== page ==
Days Of Dread at Blount Mansion
At the southern edge of downtown, just before you cross the Gay Street Bridge, there’s a green garden where one of the first frame houses built west of the Allegheny Mountains perches on the river cliff. Blount Mansion’s windows have been twinkling above the water since 1792, when the territorial governor first took up residence in the home that would become Knoxville’s only National Historic Landmark. A house over 200 years old has witnessed many phases of the city’s history, not all of them sunny. These perilous times live again this October.
“Days of Dread” begin on Thursday, October 24, 2019, at 6 P.M. at Blount Mansion. Tour guide and storyteller Laura Still of Knoxville Walking Tours will take listeners through the dark days of Knoxville history, when the citizens lived in fear of mysterious epidemics that raged through the town with deadly results. With no clue to the cause of these fatal diseases, both city and country dwellers, rich and poor, criminal and law-abiding alike fell victim to contagion.
A Ghost City under Ominous Shadows
Knoxville streets lay empty and silent except for groans of the sufferers as the able left their homes, taking livestock and pets (but leaving a possibly hungry pair of buzzards) and fled the city, carrying the disease to the countryside. What horrors waited behind the doors of remote farmhouses where neighbors feared to knock and doctors never came?
Bleeding, Blistering, and Arsenic
Even in the city, the practice of medicine could sometimes do more harm than good. In the early days, bleeding, blistering, and purgatives claimed the lives of patients whose immune systems might have otherwise overcome the organisms of disease. In later years, Knoxville doctors experimented with doses of poisons, like mercury, arsenic, and silver nitrate, that might kill the germs—if the patient didn’t expire first. Sanitation was poor, and the theory of germ transmission only vaguely understood by even the best-educated medical providers of the 19th century.
Experience Knoxville's Days of Dread
Days of Dread will continue on Friday, October 25, and Wednesday, Oct 30, from 8-9:30 P.M., and on October 31, from 7:30-9:30 P.M. Visitors who dare can journey back to colonial days to gather at the deathbed of William Blount himself, and explore the baffling symptoms of his final illness, an illness shared by hundreds of other Knoxvillians, including members of the governor’s own family.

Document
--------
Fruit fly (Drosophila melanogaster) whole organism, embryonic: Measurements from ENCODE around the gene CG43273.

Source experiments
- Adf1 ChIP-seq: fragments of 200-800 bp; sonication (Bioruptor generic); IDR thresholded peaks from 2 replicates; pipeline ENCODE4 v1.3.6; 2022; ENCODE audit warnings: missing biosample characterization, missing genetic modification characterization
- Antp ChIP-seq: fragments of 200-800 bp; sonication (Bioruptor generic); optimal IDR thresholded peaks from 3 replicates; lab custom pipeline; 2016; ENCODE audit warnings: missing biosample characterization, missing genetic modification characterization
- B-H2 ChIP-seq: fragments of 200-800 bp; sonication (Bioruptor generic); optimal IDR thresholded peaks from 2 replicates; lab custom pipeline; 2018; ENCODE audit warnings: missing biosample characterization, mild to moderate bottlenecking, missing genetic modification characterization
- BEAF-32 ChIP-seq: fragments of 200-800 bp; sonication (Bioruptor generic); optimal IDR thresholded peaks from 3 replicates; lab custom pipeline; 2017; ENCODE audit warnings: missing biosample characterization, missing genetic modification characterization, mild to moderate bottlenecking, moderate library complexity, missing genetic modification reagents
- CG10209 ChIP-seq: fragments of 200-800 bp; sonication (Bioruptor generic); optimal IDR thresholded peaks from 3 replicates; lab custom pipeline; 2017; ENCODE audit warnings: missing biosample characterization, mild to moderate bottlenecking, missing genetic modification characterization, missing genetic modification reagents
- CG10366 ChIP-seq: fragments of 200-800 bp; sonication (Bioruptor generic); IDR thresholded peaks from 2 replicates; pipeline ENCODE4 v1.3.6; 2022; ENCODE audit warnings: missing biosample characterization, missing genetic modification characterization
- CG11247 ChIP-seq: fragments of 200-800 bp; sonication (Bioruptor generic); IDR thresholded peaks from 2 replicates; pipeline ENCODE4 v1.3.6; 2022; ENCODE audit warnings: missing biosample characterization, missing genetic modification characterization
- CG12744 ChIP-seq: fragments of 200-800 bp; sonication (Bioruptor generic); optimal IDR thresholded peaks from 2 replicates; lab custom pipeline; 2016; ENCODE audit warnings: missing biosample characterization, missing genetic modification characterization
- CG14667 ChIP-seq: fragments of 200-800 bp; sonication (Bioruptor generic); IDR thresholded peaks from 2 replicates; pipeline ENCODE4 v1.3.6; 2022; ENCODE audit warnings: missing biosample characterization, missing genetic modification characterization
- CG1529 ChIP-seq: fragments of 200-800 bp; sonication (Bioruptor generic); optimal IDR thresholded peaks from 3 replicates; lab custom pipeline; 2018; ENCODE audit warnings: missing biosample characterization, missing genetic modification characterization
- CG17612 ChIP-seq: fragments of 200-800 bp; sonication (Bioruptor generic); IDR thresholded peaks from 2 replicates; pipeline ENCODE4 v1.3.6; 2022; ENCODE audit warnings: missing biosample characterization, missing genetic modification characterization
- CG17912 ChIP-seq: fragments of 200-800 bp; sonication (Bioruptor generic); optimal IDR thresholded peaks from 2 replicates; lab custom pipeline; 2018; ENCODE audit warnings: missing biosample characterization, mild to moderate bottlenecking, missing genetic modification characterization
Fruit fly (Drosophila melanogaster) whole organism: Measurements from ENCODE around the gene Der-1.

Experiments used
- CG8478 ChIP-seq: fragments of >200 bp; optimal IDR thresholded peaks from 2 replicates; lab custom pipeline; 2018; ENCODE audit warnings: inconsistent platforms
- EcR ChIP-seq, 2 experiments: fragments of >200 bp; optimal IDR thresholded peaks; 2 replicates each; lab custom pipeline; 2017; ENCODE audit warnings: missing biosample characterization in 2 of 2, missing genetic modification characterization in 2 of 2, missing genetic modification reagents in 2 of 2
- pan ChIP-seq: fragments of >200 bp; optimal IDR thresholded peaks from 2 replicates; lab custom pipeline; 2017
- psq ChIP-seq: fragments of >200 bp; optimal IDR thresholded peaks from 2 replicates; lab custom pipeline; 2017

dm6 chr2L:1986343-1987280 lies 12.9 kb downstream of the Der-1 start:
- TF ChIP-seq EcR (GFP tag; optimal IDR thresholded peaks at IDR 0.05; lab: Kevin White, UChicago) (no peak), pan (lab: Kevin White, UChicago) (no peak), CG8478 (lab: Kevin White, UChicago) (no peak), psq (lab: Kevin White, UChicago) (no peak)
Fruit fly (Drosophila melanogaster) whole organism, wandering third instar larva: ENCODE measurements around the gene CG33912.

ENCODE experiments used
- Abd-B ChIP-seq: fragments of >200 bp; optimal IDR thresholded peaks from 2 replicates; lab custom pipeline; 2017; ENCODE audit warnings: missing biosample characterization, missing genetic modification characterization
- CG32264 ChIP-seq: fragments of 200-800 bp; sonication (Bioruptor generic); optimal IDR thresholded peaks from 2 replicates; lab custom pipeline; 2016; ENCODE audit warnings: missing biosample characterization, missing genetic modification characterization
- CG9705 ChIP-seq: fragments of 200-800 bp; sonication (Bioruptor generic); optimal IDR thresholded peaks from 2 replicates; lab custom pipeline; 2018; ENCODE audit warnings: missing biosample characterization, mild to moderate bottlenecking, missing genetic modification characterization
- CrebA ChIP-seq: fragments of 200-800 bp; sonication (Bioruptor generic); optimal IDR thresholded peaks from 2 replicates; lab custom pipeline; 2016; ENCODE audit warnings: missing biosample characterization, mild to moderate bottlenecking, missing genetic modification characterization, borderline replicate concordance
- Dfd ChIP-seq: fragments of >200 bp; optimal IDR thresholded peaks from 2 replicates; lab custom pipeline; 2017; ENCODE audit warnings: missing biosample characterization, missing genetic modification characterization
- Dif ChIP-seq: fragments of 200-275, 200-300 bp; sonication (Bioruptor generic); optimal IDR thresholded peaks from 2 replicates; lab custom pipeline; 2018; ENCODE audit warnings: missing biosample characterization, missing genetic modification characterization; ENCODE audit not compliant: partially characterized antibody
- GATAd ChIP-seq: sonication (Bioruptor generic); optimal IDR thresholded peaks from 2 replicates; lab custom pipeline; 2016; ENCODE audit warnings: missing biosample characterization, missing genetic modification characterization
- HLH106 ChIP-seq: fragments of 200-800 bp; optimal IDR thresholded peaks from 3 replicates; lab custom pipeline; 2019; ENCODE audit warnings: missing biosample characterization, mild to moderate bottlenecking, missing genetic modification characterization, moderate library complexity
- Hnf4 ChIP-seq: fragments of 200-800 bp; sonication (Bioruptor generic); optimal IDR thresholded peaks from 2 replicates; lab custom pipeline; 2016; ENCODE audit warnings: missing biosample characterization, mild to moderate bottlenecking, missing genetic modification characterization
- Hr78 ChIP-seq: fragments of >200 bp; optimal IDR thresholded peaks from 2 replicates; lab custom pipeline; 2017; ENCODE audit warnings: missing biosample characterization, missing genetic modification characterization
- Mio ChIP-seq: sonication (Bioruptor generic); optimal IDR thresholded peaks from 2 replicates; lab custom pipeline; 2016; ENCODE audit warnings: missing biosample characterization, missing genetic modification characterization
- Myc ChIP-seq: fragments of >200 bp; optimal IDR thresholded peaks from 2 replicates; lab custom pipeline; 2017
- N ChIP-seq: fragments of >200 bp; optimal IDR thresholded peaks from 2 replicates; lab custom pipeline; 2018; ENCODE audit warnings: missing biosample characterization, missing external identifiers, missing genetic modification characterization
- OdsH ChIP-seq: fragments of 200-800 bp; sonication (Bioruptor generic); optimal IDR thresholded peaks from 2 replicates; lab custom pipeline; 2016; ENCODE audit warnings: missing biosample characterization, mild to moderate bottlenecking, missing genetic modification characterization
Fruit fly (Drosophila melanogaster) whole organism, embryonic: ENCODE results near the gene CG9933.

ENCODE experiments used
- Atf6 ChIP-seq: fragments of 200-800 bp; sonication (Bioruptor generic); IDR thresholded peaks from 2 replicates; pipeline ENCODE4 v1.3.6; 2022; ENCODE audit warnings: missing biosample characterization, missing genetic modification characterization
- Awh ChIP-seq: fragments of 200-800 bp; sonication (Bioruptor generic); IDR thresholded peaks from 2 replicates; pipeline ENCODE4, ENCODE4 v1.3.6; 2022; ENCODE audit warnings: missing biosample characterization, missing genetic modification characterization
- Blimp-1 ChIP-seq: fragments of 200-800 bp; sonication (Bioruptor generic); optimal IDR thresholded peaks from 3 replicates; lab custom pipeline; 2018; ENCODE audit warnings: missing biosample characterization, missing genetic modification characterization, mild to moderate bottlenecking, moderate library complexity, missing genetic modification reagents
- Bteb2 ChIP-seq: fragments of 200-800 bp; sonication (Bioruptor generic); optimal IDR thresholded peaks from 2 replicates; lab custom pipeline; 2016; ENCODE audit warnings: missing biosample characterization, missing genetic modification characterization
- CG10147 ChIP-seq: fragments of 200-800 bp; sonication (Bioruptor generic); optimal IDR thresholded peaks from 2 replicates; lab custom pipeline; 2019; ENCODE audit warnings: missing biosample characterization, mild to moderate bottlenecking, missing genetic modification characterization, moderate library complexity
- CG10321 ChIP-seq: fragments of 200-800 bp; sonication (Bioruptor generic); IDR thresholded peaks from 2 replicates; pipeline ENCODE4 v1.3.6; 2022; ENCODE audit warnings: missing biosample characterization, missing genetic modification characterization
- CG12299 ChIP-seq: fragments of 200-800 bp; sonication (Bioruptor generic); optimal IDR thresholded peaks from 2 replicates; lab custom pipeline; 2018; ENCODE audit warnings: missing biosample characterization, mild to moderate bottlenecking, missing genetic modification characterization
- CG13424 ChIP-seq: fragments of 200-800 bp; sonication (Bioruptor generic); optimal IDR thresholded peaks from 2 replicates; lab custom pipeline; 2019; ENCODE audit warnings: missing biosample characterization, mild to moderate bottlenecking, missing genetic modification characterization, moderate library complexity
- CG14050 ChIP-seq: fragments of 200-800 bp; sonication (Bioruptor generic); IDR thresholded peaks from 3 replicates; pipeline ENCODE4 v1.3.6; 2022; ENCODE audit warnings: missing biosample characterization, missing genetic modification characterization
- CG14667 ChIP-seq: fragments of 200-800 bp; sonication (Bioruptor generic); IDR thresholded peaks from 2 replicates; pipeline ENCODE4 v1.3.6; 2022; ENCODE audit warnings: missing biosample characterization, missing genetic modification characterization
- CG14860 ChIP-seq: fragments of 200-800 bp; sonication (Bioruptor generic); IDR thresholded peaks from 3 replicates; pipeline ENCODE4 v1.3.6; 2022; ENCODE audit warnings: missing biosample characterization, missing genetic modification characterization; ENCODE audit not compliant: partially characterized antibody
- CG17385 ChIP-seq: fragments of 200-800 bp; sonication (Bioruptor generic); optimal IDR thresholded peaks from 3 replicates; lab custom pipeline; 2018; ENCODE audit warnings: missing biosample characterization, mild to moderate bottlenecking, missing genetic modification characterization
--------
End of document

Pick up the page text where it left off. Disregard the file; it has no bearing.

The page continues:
The esteemed Dr. John Mason Boyd will guide guests through the horrors of the 1873 cholera epidemic to witness the efforts of the brave doctors and nurses trying to control the outbreak while investigating the possible source of the lethal infection that terrorized the town at least once a decade.
Blame Ice Cream, Intemperance, and Vegetables
Most summers in Knoxville brought cases of fever and other ills, but some years the symptoms became severe and mortality soared. Death came first in the poor sections of the city along the banks of First Creek, Second Creek, and the river. Wastewater from higher ground washed into the creeks and springs in the low part of town, joined by seepage from mill ponds and tanneries, filling the air with noxious fumes as the organic matter rotted. Breathing this “miasma,” especially noticeable in the night air, was blamed for the onset of the dread scourge of cholera—but so was immorality, intemperance, and sin in general. Unripe vegetables, whisky, and overexertion were other possible culprits. Ice cream may have even been involved. Was anyone safe?
Surviving visitors will escape to the Craighead-Jackson House, adjacent to Blount Mansion, to experience the world-wide epidemic that engulfed Knoxville in October of 1918: the Spanish flu. The virus was brought to the United States by soldiers returning from the Great War, and spread to civilians before anyone realized the severity of the infection.
Young, Healthy? You'll Be the First Victim
Even when the virus was identified as influenza, health officials and workers were slow to recognize the danger, because this strain attacked differently than the previous mutations, and was highly contagious. Thousands fell sick, including the doctors and nurses themselves, as they battled this fearful form of flu that killed hundreds and strained local hospitals and clinics to the breaking point. In Knoxville, the Red Cross was called in to treat the soldiers camped out at Chilhowee Park, and mobile clinics were set up nearby to try to keep the cases from spreading to the citizens, but it was too late. Soldiers arriving by train had already explored the town, shopping and visiting friends, and leaving the fatal virus in their wake. Knoxville was a ghost town once more as schools, churches, pool halls, and public meeting places shut down to avoid contagion.
Now managed by the non-profit Blount Mansion Society, Blount Mansion has been offering unique educational programs to generations of school children and adults for decades. This Halloween is no exception with a new program full of historically accurate thrills and chills.
Reserve Your Tickets Now:
Tickets for Laura Still’s lecture on October 24th are $5 per person, while the opportunity to step back in time and experience Knoxville’s Days of Dread on the evenings of October 25th, 30th, and 31st will set you back $10 per participant. Tours start every 30 minutes and last 1 hour. You may purchase tickets in advance by calling (865) 525-2375, or online.